Islamic Education Today and Yesterday: Principal Themes and their Potential to Enlighten Western Education

Islamic Education Today and Yesterday: Principal Themes and their Potential to Enlighten Western Education

Terence Lovat (University of Newcastle, Australia)
DOI: 10.4018/978-1-5225-8528-2.ch001

Abstract

The chapter will offer a literature review of principal themes to be found in contemporary and earlier sources concerned with distinctive features of Islamic education. It will be found that, among a number of themes, those concerned with the teacher-student relationship and the holistic balance between intellectual and spiritual/moral ends stand out as dominant. Explicit in much contemporary literature and implicit in some earlier sources lies a critique of Western education as more instrumental and so narrower regarding these two features. The chapter will conclude with a summary of the distinctive contribution that Islamic education can make to a Western education contemporaneously in search of a renewed holism and fortified moral component.
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Introduction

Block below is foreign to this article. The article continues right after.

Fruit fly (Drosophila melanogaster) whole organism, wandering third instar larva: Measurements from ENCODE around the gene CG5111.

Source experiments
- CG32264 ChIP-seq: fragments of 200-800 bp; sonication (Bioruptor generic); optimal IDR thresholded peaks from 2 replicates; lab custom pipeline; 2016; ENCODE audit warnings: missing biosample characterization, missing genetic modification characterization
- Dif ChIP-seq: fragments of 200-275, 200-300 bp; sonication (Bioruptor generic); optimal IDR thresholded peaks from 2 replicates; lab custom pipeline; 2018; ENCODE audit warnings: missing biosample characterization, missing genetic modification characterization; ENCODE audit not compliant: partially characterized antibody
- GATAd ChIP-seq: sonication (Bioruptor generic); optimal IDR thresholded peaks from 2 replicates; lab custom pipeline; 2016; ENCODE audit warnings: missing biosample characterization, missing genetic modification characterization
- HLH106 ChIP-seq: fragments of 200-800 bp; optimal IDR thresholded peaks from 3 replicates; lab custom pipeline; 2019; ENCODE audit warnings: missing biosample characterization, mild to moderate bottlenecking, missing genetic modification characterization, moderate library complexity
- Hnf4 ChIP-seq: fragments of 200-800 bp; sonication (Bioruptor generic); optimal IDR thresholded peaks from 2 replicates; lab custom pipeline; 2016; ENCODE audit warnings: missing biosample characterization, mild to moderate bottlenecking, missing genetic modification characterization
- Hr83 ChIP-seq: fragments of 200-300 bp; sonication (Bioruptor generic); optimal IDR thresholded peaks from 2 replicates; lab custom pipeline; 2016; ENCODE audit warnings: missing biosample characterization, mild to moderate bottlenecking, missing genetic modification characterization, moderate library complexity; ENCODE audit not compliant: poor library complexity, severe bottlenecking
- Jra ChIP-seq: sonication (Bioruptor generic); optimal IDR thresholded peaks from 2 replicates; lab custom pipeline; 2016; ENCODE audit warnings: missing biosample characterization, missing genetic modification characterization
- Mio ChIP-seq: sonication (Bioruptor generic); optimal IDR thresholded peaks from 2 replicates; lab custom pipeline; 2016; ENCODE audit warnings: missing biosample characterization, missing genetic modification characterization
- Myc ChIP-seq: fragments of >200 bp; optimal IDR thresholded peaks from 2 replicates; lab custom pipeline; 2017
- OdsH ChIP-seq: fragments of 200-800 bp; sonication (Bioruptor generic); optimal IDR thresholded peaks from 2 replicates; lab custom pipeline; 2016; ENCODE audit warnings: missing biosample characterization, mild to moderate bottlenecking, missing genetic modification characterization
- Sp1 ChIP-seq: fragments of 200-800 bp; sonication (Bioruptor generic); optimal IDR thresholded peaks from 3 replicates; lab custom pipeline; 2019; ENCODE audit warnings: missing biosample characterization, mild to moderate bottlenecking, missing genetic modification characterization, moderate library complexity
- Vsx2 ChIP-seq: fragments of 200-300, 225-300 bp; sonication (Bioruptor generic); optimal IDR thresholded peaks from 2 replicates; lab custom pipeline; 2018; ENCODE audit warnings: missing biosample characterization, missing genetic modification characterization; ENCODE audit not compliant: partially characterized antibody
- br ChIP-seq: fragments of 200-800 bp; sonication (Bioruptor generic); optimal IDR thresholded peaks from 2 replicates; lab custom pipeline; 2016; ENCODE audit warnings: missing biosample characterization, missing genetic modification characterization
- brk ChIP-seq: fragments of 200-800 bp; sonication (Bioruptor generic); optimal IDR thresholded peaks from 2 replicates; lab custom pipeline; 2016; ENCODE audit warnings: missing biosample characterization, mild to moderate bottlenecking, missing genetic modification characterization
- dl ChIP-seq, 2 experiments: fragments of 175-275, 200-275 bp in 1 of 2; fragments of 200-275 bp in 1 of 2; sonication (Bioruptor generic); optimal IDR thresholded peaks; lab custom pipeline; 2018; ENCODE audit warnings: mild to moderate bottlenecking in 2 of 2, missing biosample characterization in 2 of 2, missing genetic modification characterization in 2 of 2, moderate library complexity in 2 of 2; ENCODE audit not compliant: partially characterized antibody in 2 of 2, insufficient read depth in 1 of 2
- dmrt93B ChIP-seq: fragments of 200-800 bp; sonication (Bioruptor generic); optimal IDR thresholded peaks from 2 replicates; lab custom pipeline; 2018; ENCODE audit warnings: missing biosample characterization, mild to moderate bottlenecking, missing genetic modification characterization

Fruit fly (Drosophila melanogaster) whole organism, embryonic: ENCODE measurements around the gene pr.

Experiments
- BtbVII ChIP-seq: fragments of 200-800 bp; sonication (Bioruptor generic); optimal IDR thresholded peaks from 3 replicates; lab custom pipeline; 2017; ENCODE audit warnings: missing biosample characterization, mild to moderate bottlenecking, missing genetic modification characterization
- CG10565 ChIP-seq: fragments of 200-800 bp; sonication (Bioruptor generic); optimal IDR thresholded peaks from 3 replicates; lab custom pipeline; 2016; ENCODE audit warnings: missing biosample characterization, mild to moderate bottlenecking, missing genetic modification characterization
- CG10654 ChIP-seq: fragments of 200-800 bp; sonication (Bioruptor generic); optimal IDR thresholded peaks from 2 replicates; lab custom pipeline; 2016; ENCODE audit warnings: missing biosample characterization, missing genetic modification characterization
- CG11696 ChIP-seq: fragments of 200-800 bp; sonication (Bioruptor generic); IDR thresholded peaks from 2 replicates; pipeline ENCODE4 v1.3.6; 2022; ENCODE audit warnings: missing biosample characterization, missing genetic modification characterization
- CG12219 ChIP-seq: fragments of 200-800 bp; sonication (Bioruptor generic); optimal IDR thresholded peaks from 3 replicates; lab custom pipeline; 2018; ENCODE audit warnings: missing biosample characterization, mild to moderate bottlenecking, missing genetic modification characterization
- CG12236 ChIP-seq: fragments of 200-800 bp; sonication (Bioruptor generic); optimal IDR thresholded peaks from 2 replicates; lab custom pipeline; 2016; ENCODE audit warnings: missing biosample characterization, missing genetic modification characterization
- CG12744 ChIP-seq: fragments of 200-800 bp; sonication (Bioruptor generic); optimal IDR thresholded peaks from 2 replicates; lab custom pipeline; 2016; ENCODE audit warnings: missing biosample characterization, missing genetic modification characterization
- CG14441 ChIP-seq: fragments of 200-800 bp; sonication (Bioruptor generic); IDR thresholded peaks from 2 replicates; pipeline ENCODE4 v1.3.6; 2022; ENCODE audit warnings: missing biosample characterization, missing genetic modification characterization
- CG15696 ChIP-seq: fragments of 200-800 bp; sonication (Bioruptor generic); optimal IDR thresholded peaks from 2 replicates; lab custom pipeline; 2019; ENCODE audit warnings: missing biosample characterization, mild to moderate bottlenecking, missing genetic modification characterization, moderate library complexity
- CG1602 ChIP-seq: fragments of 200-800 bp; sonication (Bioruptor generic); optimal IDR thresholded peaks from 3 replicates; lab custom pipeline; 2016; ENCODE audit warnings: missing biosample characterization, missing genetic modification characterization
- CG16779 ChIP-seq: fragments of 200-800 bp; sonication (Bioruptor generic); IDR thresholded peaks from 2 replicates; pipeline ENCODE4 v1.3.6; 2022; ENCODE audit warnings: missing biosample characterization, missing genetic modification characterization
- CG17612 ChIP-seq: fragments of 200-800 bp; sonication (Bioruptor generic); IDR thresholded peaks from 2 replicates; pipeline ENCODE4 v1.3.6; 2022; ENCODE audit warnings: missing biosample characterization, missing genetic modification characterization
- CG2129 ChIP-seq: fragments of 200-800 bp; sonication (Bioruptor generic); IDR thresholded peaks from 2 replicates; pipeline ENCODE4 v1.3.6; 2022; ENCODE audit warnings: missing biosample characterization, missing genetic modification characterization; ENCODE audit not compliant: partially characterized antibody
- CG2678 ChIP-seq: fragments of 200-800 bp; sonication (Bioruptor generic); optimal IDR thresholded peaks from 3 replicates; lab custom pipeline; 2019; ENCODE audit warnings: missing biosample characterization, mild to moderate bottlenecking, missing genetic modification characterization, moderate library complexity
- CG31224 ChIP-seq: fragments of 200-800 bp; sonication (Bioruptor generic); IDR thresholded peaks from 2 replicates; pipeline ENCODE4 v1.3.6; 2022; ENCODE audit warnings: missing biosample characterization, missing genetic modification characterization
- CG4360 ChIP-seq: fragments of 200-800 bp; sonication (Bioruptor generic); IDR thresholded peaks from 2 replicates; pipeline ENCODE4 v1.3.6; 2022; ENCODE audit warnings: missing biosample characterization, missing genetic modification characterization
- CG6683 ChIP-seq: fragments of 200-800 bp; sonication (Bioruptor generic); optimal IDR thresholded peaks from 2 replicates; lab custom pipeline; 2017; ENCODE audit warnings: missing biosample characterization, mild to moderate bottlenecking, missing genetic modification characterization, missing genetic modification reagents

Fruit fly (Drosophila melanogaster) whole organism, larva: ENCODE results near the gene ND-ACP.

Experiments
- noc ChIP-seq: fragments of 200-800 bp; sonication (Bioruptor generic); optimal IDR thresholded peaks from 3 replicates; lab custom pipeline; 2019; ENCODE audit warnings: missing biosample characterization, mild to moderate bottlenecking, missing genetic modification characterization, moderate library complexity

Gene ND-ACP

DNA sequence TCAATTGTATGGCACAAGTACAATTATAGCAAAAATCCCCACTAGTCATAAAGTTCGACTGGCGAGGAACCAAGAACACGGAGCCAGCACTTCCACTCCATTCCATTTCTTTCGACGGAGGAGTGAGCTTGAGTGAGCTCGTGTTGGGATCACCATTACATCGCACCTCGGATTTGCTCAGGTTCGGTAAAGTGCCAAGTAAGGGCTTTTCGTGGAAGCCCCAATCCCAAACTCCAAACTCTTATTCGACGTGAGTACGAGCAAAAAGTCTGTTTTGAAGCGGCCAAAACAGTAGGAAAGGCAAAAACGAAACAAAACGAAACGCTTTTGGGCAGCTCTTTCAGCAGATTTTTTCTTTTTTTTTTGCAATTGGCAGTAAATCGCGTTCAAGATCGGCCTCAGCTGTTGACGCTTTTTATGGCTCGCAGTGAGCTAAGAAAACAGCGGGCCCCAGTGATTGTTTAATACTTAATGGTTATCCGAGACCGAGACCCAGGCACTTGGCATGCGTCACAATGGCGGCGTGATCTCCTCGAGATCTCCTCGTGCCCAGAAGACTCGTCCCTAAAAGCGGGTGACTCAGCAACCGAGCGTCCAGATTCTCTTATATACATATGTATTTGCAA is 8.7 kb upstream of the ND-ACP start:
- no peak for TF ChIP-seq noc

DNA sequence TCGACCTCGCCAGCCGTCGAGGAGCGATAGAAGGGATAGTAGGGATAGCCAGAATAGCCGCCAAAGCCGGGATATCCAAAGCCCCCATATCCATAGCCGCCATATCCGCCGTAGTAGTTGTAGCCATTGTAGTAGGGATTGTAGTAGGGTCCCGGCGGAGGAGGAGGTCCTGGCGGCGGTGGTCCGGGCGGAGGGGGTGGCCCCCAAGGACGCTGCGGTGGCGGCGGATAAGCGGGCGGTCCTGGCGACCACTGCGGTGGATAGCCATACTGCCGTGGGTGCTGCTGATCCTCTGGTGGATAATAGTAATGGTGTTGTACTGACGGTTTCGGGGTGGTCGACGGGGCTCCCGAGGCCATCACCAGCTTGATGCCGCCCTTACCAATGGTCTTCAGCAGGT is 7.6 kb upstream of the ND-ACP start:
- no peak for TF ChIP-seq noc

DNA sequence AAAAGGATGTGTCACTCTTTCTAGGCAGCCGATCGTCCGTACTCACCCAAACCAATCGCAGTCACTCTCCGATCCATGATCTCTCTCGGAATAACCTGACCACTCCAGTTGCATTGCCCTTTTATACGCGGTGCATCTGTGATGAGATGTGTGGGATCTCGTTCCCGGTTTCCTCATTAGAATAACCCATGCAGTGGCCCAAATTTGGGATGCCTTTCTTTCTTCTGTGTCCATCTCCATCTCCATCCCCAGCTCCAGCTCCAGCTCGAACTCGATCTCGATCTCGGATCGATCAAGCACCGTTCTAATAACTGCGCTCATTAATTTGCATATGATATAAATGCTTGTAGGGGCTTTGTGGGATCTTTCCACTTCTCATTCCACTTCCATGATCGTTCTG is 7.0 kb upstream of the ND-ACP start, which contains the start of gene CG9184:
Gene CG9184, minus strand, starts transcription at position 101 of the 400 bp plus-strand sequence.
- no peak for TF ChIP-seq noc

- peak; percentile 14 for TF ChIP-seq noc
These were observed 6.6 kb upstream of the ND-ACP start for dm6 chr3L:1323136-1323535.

Speaking at a seminal gathering of Muslim educators in Saudi Arabia in 1977, Syed Muhammad al-Attas (1979) noted the dilemma facing Muslim education everywhere at the time, namely that Muslims were at risk of losing the essence of Islamic education. So what was this essence, in his view? He spoke mainly of two things: first, the central importance of the nature of the relationship between teacher and student, one characterized as close, personal and loving, so reflecting the role of the teacher as standing in the place of God in the student’s formation; and, second, the need for balance between intellectual and broader developmental aims, especially those around moral and spiritual formation. Both of these essential features of Islamic education were seen as being under threat from the dominance of Western educational priorities, ones that were affecting Muslim education both directly in Western settings but also through Western influence in Muslim countries. The inference was that Western educational assumptions are built around more instrumentalist notions of teacher-student relations and more pragmatic, outcomes-based aims rather than those pertaining to holistic human achievement, both of which run counter to the essence of Islamic education. In a word, Islamic education was conceived of as being principally a form of holistic moral education, to be seen in the distinctive ambience of teacher-student relations and the balancing of intellectual with moral and spiritual ends. These principal features can be found as persistent themes among Muslim scholars, today and yesterday, addressing Islamic education’s distinctiveness. They are also features that persistently arise in Western education reforms striving to overcome the narrow instrumentalism around which al-Attas’s critique is focussed. Among these reforms are those centrally concerned with quality teaching and modes of moral education.

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